United States District Court, D. Oregon, Portland Division
W. Mead THE MEAD LAW FIRM PC Attorney for Plaintiff
Helton SCHWABE, WILLIAMSON & WYATT PC
Duffy Patrick Morales-Doyle THOMPSON COBURN LLP Attorneys for
OPINION & ORDER
A. HERANDEZ, UNITED STATES DISTRICT JUDGE.
contract action, Plaintiff Redi-Co, LLC contends that
Defendant Prince Castle, LLC breached the parties' supply
contract. Pursuant to Federal Rules of Civil Procedure
12(b)(1), (2), and (6), Defendant moves to dismiss for lack
of subject-matter jurisdiction, lack of personal
jurisdiction, and failure to state a claim upon which relief
can be granted. I grant the motion because the Court lacks
personal jurisdiction over Defendant.
is an Oregon company with its principal place of business in
West Linn, Oregon. Am. Compl., ¶ 1, ECF
Defendant is a Delaware company with its principal place of
business in Carol Stream, Illinois. Id., ¶ 2.
On August 28, 2013, the parties entered into a written supply
agreement for Plaintiff to sell grill scrapers and other
related products to Defendant. Am. Compl., Ex. 1. Slightly
less than two years later, on or about August 18, 2015,
Defendant notified Plaintiff that it would no longer purchase
the products it had been ordering. Am. Compl., ¶ 12.
Several days later, Plaintiff sent Defendant a default notice
stating its intent to pursue remedies. Am. Compl., Ex. 2.
Federal Rule of Civil Procedure 12(b)(2), a defendant may
move for dismissal on the grounds that the court lacks
personal jurisdiction. Plaintiff has the burden of showing
personal jurisdiction. Boschetto v. Hansing, 539
F.3d 1011, 1015 (9th Cir. 2008). When the district court
decides a motion without an evidentiary hearing, “the
plaintiff need only make a prima facie showing of the
jurisdictional facts” based on the plaintiff's
pleadings and affidavits. Id. “Uncontroverted
allegations in the plaintiff's complaint must be taken as
true, ” and “[c]onflicts between the parties over
statements contained in affidavits must be resolved in the
plaintiff's favor.” Id.
diversity cases such as this, the court applies the law of
the state in which it sits to determine whether it has
personal jurisdiction over the nonresident defendant.
Hunt v. Erie Ins. Grp., 728 F.2d 1244, 1246 (9th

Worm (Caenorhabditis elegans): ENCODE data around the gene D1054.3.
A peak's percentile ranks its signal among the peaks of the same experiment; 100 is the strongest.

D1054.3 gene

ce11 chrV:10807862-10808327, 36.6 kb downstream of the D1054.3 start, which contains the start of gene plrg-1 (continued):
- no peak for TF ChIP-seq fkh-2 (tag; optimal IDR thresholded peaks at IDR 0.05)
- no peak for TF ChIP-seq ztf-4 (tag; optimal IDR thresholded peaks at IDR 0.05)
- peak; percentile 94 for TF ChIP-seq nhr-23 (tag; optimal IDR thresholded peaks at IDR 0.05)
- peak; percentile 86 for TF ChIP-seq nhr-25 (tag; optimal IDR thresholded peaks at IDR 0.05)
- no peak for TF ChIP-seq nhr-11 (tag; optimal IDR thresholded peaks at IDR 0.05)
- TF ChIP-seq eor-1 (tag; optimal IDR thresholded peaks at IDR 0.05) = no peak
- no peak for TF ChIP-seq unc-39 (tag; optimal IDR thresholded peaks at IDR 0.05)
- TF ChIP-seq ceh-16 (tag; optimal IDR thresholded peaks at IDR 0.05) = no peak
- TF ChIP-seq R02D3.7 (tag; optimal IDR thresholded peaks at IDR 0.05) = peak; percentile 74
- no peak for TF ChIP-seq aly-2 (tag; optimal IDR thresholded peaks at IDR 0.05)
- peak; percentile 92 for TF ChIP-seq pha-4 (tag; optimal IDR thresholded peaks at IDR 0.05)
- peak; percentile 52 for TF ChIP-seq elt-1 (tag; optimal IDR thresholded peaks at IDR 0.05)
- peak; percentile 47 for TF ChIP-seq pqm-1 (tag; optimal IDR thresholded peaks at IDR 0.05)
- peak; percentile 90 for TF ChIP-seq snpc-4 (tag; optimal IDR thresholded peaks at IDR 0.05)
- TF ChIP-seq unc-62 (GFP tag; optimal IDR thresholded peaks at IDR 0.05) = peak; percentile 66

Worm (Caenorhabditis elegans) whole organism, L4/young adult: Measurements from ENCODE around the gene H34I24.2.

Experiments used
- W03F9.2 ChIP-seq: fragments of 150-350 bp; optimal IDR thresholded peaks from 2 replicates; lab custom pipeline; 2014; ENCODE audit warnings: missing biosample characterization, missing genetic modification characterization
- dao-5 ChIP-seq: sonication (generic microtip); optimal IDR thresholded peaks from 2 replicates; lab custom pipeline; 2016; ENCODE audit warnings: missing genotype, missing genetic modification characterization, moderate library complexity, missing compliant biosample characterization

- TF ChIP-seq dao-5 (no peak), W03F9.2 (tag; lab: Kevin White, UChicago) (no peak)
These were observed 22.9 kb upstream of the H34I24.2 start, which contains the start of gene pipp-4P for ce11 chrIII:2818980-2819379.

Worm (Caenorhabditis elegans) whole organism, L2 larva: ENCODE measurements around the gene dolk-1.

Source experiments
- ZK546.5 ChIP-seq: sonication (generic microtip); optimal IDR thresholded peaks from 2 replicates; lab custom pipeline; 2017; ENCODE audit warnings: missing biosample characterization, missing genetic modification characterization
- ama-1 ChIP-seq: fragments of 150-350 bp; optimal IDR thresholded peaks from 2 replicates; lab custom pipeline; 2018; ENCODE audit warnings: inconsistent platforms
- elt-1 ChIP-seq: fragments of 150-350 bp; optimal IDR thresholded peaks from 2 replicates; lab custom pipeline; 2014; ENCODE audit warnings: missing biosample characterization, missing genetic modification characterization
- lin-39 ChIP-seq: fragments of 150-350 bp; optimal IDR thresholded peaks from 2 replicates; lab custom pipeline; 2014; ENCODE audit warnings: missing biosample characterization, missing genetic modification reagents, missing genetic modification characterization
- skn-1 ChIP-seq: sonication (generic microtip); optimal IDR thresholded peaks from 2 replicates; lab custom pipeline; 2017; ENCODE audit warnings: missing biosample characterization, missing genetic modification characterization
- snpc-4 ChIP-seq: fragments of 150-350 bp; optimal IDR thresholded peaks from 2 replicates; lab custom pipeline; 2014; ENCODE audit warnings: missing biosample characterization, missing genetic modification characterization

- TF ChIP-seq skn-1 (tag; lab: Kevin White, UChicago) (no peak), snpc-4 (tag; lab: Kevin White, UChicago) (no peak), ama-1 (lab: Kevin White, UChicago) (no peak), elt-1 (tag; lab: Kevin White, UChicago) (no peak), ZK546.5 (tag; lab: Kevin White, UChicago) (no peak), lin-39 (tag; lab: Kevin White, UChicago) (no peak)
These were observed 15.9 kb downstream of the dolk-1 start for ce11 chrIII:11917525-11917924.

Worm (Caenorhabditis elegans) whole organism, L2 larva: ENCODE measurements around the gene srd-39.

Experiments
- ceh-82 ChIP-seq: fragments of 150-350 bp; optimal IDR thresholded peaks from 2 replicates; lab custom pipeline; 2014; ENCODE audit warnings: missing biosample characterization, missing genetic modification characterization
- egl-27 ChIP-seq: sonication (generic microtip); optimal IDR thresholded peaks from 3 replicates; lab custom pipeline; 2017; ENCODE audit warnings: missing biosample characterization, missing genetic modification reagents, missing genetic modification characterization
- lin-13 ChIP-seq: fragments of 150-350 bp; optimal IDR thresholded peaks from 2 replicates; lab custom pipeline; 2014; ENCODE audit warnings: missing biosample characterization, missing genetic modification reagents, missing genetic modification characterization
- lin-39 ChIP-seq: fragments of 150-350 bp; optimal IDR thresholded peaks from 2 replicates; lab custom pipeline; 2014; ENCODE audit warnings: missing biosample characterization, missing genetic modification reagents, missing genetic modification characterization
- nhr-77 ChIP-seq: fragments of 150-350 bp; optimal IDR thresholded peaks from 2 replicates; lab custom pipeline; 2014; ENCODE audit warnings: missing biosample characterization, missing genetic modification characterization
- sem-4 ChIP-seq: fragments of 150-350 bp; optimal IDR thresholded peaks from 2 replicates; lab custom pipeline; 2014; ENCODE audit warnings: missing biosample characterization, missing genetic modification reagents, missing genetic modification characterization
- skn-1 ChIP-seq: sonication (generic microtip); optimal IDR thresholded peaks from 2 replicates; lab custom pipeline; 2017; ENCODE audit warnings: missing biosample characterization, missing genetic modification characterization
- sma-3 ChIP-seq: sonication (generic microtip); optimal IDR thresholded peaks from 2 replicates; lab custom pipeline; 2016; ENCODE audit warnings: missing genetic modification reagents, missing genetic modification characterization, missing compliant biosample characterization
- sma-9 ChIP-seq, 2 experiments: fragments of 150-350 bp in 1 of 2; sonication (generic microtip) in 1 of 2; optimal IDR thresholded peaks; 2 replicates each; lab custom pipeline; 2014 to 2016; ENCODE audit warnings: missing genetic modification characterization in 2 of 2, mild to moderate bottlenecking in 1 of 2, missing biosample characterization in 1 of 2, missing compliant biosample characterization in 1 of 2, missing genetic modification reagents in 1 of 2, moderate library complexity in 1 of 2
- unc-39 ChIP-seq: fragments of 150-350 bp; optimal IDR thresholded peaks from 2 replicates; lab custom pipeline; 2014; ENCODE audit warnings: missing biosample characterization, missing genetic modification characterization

Cir. 1984). Generally, personal jurisdiction is proper if it
is permitted by the forum state's long-arm statute and if
the exercise of that jurisdiction does not violate federal
due process. Pebble Beach Co. v. Caddy, 453 F.3d
1151, 1154 (9th Cir. 2006). Because Oregon's long-arm
statute confers jurisdiction to the extent permitted by due
process, the court proceeds directly to the federal due
process analysis. Gray & Co. v. Firstenberg Mach.
Co., 913 F.2d 758, 760 (9th Cir. 1990); see Harris
Rutsky & Co. Ins. Servs., Inc. v. Bell & Clements
Ltd., 328 F.3d 1122, 1129 (9th Cir. 2003) (when a state
long-arm statute reaches as far as the Due Process Clause,
the court need only analyze whether the exercise of
jurisdiction complies with due process). To comport with due
process, the nonresident defendant must have “certain
minimum contacts” with the forum state so that the
exercise of jurisdiction “does not offend traditional
notions of fair play and substantial justice.”
Daimler AG v. Bauman, 571 U.S. 117, 126 (2014).
forum state may exercise either general or specific
jurisdiction over a nonresident defendant.
Boschetto, 539 F.3d at 1016. If the contacts are
insufficient for a court to invoke general jurisdiction, the
court then applies the relevant test to determine whether
specific jurisdiction exists. In re Tuli, 172 F.3d
707, 713 n.5 (9th Cir. 1999).
concedes that Defendant's contacts in Oregon are not so
continuous and systematic as to warrant general jurisdiction.
Pl.'s Resp., 12, ECF 49. Thus, I discuss only whether
this Court has specific jurisdiction over Defendant.
Ninth Circuit uses a three-prong test to determine whether a
party has sufficient minimum contacts for specific
jurisdiction. Schwarzenegger v. Fred Martin Motor
Co., 374 F.3d 797, 802 (9th Cir. 2004). First, the
defendant must “purposefully direct his activities or
consummate some transaction with the forum or resident
thereof; or perform some act by which he purposefully avails
himself of the privilege of conducting activities in the
forum, thereby invoking the benefits and protections of its
laws.” Id. Second, “the claim must be
one which arises out of or relates to the defendant's
forum-related activities.” Id. Third, the
exercise of jurisdiction must be reasonable, meaning it
comports with traditional notions of fair play and
substantial justice. Id. Plaintiff bears the burden
on the first two prongs of the test. Boschetto, 539
F.3d at 1016. If the plaintiff establishes both prongs one
and two, ...